D. Lopez, This week in the garden

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Healthy soil equals healthy productive land. It turns out that the question of soil is everyone’s business, whether you are a gardener or not.

Soil treatment is most often neglected on a daily basis. Gardners, it’s time we lead the way by educating others. Here are some thoughts.

“Soil extinction is not just another ecological challenge. It’s an existential threat. If we do the right things now, we can significantly reverse the situation and regenerate the soil in the next 15 to 25 years,” insists Sadhguru, global leader of Save the Soil Organization. In his toolkit, he provides supporters with fast facts to push for change. For example, a teaspoon of soil contains more living organisms than there are people in the world. And 95% of the food we eat comes from the ground. Good reasons to examine our habits.

At the micro level, an individual can modify a few things that will have useful results. Remember that if you only change one thing, it can add up over the course of a year. Adding new habits every year can be an act of creating a more stylish and health-conscious lifestyle.

Reduce plastics. Plastic is currently an indestructible substance; it is not as recyclable as first promised. It appears in the soil, in the blood of humans, in insects and in the oceans. Support businesses that use glass bottles and cardboard packaging.

Hold on to your leaf litter. Leaf litter isn’t just a haven for critters, it’s the best mulch, insulator, and root protector for your plants. Move it to another area of ​​the garden, if you have a patch of lawn that you want to enhance. Leaf litter contains many nutrients and organisms. It will decompose well in direct contact with soil.

Gopher dirt is gold. When the gopher lifts lower level soil, dirt from the mound can be used to create a microbial plug elsewhere. For example, if there is poor drainage in an area of ​​the garden, I will create a hole and fill it with loose gopher soil. No poisons or other offensive tactics are used against gophers. I’ve been known to put a bottle of wine upside down in the hole and kick it. The gopher won’t come back for a while. If the gopher digs too close to a plant, watch out for symptoms of curled leaves, air has entered a chamber near the root ball. Filling the hole with crushed dirt will cure it.

Deep watering. Watering the top layer of soil can produce an undesirable situation during the summer months. The soil will want to create a crust with heat. Emulating a light rain in the early morning or early evening will keep the moisture in longer. Clay water stakes or clay subterranean oya disturb the soil the least.

California Plants That Grow in Clay Soil: Wild Lilac, Yarrow, California Poppy, Pink Honeysuckle, Penstemon heterophyllus, Showy Penstemon, Coyote Mint, Arroyo Lupine, Coffeeberry, California Redbud, California Mugwort, California Fuchsia, Toyon , California buckeye, California buckwheat, Narrow-leaved milkweed, Oregon grape, brook dogwood, blueblossom, California flannelbush, and coyote brush to name a few.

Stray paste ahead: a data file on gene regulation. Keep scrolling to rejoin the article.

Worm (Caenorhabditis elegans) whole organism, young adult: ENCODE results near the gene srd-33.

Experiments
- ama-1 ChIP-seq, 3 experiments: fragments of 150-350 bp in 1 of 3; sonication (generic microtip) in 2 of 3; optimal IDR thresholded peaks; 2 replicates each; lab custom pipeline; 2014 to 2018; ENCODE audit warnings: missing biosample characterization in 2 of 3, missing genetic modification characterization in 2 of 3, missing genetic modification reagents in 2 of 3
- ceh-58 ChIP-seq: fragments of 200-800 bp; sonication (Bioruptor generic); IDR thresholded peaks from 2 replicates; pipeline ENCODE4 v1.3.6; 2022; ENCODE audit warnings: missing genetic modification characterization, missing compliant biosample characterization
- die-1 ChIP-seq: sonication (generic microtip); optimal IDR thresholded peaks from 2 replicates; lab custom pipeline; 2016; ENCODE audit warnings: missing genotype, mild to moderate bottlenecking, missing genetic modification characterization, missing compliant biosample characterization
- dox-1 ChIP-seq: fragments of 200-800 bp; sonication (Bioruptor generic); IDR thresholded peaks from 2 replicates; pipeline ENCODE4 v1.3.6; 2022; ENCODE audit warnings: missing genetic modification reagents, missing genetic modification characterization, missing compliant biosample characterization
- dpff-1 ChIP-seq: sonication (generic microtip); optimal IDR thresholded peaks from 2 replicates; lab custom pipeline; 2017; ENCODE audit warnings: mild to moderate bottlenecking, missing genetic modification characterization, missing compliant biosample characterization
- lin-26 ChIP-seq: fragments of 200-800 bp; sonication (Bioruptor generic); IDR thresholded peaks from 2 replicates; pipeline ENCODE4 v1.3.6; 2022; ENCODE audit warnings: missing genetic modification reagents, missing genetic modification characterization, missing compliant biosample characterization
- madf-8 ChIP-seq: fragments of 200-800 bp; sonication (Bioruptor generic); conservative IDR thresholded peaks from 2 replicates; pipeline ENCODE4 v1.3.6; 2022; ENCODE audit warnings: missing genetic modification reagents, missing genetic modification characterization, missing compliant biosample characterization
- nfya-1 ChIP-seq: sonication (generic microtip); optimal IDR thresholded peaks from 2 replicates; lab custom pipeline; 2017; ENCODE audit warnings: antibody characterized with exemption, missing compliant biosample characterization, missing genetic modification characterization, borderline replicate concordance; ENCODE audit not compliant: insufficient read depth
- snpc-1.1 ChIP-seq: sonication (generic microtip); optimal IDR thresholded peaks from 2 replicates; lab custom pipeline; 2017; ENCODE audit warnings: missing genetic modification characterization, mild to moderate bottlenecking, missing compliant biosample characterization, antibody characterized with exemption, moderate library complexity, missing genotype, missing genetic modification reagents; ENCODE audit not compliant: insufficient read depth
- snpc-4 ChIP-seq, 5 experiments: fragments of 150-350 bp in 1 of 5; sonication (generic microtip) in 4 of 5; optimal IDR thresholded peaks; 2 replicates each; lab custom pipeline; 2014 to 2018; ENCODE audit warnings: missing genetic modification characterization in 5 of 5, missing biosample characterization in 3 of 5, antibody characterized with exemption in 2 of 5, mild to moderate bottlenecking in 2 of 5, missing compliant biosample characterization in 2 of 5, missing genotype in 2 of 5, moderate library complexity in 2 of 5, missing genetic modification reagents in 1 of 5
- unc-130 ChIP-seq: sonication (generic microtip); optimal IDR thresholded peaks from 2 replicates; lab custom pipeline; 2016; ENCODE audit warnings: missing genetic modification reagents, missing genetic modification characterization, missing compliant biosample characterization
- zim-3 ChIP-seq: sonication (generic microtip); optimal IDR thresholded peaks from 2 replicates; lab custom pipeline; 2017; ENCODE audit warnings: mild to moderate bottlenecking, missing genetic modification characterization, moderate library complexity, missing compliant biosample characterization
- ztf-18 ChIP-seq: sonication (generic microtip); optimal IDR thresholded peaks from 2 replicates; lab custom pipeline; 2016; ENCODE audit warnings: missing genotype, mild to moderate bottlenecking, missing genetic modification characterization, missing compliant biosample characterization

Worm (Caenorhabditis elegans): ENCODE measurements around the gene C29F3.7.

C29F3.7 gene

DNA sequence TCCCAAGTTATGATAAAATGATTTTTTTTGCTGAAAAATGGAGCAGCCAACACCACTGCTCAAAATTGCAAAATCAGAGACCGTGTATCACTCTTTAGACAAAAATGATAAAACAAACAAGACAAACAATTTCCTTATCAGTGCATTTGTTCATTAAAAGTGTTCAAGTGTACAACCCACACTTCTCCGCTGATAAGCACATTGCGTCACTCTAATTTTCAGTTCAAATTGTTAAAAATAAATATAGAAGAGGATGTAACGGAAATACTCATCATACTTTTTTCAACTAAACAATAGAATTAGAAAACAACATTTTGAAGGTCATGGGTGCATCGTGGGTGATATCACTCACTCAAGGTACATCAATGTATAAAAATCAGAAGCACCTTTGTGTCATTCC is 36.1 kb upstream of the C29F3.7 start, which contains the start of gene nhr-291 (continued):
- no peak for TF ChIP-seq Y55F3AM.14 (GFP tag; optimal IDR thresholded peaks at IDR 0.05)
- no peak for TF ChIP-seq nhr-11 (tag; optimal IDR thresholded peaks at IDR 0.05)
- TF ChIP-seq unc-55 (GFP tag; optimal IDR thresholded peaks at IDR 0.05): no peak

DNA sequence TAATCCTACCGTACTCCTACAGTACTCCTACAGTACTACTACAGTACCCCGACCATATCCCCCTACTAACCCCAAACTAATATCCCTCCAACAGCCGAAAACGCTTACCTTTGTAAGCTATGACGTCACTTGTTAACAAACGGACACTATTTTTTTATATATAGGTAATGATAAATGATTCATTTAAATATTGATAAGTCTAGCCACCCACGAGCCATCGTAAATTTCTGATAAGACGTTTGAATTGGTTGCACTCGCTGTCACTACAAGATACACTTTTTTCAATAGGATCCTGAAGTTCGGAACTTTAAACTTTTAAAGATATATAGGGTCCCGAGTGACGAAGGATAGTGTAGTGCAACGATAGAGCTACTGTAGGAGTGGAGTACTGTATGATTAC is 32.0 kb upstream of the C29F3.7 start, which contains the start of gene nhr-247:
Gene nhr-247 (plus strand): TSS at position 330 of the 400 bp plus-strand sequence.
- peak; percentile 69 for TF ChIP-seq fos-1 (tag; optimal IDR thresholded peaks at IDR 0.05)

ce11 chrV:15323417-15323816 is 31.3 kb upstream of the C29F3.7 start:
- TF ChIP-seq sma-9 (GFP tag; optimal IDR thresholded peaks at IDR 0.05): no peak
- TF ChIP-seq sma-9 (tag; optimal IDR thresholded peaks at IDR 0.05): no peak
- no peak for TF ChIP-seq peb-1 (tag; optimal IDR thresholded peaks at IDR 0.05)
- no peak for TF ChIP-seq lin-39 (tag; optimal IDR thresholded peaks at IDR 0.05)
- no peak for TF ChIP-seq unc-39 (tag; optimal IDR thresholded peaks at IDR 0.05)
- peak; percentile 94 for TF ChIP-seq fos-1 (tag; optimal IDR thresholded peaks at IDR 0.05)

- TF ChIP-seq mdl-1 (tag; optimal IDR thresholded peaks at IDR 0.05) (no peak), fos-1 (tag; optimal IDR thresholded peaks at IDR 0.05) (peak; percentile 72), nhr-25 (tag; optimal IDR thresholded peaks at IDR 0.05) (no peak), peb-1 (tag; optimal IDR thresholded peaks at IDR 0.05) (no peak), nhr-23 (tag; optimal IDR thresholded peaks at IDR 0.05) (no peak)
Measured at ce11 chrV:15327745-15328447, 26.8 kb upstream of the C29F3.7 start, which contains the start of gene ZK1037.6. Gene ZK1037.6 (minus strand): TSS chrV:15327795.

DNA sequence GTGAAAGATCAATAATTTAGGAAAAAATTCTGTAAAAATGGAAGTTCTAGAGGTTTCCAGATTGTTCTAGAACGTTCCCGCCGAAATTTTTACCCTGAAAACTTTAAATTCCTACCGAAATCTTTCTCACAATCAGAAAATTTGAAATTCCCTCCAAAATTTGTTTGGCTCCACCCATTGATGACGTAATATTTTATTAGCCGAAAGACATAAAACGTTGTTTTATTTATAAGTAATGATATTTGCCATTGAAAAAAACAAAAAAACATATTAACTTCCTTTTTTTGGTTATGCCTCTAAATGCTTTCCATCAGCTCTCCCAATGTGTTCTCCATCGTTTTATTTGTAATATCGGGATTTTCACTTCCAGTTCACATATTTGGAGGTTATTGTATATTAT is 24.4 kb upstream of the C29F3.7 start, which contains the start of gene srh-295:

Compost and worm bins. Other gardeners can be generous. Consider old-fashioned trades lemons for worms if you don’t currently have a system in place. In some areas, food composting is now allowed in your weekly green bin service. If you buy soil amendments, use organic preparations such as peat moss, wood chips, grass clippings, straw, compost, manure, biosolids, sawdust, and wood ash . Avoid lime, vermiculite, perlite, fine gravel and sand.

Drive less. According to the scientific magazine “How Stuff Works”, there are approximately 2.7 million miles of paved roads in the United States, 94% of which are covered with asphalt. Asphalt is the residual waste of processed oil. Asphalt increases heat temperatures and releases fumes with cars. Plan your outings more efficiently with fewer errands per day, week and month. All of these fumes eventually settle, affecting the air, water, and soil.

Stay on the trail. When you see signs on your hikes and bike trails, please respect. Restoration work can take years. Some plants spread by spore systems and are fragile when first emerging. In my forest garden, we leave fallen limbs to consciously decompose matter on the forest floor. Plants make their own compost.

Finally, soil degradation is a natural process but has been accelerated by human activity. Agricultural processes, deforestation, animal grazing, intensive cultivation, pollution and construction works. It is the topsoil that provides most of the nutrition for bacteria and fungi to bring fertility. We humans overly manipulate this layer in a negative way. According to Andy Lopez, aka The Invisible Gardner, there is a cure. As a teacher, consultant, and member of various horticulture boards, he offers solutions and products as part of his life’s work at www.invisiblegardener.com.

Some dirty stuff worth looking into.

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